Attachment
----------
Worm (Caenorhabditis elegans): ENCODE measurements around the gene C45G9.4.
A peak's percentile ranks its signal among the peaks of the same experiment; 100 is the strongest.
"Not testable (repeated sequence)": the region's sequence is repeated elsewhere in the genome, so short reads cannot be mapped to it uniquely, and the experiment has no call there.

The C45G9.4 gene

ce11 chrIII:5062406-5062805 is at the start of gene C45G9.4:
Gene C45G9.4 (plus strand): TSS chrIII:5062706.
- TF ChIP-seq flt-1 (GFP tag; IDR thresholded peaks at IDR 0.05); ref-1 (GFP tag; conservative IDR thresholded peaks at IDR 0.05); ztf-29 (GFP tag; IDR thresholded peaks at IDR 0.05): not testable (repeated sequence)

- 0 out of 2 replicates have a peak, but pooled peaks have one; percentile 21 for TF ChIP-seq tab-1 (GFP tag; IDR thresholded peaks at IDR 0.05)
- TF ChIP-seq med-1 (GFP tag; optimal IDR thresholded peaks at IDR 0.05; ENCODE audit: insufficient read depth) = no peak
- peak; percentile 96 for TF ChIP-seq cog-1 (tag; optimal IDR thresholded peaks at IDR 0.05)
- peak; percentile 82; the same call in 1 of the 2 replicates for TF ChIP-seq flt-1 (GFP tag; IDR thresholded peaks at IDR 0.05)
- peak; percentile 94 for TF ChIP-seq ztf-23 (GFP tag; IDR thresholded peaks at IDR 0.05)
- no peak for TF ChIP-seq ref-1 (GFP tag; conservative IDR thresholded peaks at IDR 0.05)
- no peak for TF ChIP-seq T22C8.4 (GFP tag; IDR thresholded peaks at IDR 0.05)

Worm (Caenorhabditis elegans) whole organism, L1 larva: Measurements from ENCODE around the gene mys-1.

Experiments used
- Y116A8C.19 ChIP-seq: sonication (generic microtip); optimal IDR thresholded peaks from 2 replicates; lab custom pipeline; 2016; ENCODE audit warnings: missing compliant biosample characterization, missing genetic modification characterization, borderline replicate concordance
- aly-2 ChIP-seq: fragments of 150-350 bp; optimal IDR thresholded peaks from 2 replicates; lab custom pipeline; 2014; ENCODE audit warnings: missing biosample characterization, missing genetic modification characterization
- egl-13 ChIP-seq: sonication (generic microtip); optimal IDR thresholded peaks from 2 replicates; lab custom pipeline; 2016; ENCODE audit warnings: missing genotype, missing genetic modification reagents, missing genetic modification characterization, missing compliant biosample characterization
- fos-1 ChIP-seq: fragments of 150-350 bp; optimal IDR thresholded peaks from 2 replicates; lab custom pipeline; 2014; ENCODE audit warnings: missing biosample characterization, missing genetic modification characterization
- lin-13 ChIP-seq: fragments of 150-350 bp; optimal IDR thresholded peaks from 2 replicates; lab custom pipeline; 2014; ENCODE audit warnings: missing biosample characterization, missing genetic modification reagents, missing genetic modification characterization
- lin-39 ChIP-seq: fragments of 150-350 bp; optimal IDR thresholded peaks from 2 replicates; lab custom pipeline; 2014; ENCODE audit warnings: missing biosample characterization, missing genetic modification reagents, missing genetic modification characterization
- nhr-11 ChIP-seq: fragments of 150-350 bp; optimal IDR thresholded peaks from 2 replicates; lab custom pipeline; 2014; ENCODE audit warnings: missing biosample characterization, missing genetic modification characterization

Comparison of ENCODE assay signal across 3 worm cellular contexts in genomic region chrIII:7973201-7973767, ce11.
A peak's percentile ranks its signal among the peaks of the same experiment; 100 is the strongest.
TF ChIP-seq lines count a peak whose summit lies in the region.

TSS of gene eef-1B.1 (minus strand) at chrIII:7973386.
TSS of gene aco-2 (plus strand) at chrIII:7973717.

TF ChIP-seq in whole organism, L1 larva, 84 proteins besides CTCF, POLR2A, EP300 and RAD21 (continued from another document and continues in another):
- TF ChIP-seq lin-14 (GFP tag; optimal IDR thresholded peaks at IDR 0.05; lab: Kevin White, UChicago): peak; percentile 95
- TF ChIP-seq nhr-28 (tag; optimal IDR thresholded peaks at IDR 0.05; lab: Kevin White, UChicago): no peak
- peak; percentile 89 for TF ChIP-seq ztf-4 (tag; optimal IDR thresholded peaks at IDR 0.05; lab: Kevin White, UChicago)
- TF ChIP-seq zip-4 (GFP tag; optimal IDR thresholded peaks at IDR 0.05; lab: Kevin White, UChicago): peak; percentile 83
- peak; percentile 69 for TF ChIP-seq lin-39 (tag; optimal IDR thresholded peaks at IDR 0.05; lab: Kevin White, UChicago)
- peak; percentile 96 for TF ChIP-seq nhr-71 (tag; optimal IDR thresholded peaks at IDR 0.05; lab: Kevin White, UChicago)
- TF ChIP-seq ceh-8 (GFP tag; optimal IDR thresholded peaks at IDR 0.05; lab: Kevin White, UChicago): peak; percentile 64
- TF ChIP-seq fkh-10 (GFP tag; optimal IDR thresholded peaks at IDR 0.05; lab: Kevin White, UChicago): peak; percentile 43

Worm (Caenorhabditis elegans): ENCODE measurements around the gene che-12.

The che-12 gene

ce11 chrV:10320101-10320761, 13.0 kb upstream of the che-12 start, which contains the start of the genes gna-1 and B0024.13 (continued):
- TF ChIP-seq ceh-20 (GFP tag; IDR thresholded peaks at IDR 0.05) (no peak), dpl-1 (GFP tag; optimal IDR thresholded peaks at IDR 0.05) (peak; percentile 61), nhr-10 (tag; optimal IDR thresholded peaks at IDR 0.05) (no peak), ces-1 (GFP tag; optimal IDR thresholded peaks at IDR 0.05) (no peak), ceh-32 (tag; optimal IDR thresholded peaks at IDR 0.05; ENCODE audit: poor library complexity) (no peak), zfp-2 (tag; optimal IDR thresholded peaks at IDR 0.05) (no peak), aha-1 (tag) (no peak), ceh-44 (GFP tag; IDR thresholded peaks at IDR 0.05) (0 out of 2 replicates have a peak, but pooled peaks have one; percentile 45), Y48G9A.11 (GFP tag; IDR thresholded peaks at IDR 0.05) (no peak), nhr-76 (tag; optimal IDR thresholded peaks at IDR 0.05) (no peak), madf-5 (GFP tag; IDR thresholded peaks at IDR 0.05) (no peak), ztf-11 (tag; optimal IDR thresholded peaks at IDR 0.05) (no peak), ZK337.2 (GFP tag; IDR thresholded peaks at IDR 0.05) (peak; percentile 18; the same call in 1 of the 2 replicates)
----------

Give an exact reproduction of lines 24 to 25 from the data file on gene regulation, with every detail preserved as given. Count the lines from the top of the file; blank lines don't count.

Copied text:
Comparison of ENCODE assay signal across 3 worm cellular contexts in genomic region chrIII:7973201-7973767, ce11.
A peak's percentile ranks its signal among the peaks of the same experiment; 100 is the strongest.